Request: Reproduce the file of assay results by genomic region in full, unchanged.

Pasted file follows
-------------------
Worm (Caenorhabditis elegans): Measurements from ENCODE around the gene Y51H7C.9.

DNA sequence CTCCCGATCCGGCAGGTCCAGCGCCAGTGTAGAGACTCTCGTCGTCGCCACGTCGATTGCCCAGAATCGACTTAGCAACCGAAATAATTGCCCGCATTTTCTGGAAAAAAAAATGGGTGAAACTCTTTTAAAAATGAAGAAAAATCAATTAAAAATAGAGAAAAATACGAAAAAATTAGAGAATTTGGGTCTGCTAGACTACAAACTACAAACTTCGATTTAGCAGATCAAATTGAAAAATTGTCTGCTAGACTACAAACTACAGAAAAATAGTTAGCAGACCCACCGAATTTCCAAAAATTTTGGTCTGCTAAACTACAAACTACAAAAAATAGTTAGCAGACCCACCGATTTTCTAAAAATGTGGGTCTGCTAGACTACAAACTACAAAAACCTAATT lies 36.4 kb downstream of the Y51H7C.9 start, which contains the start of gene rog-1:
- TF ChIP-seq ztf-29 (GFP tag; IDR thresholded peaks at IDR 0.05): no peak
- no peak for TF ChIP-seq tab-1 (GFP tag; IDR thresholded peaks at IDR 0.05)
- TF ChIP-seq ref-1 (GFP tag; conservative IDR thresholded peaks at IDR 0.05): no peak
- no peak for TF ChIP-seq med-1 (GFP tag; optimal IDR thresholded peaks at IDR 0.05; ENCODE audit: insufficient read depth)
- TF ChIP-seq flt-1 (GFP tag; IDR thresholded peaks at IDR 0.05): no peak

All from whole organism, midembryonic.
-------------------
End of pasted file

Worm (Caenorhabditis elegans): Measurements from ENCODE around the gene Y51H7C.9.

DNA sequence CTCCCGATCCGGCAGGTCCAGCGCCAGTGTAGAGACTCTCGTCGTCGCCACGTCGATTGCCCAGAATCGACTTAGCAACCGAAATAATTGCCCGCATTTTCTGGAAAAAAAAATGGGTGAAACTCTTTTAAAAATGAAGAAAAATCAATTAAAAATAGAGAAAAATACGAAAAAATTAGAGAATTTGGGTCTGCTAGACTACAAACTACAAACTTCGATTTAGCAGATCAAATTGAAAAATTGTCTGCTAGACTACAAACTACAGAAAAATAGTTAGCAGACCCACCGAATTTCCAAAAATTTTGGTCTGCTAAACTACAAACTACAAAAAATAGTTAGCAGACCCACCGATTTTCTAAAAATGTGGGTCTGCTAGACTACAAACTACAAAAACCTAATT lies 36.4 kb downstream of the Y51H7C.9 start, which contains the start of gene rog-1:
- TF ChIP-seq ztf-29 (GFP tag; IDR thresholded peaks at IDR 0.05): no peak
- no peak for TF ChIP-seq tab-1 (GFP tag; IDR thresholded peaks at IDR 0.05)
- TF ChIP-seq ref-1 (GFP tag; conservative IDR thresholded peaks at IDR 0.05): no peak
- no peak for TF ChIP-seq med-1 (GFP tag; optimal IDR thresholded peaks at IDR 0.05; ENCODE audit: insufficient read depth)
- TF ChIP-seq flt-1 (GFP tag; IDR thresholded peaks at IDR 0.05): no peak

All from whole organism, midembryonic.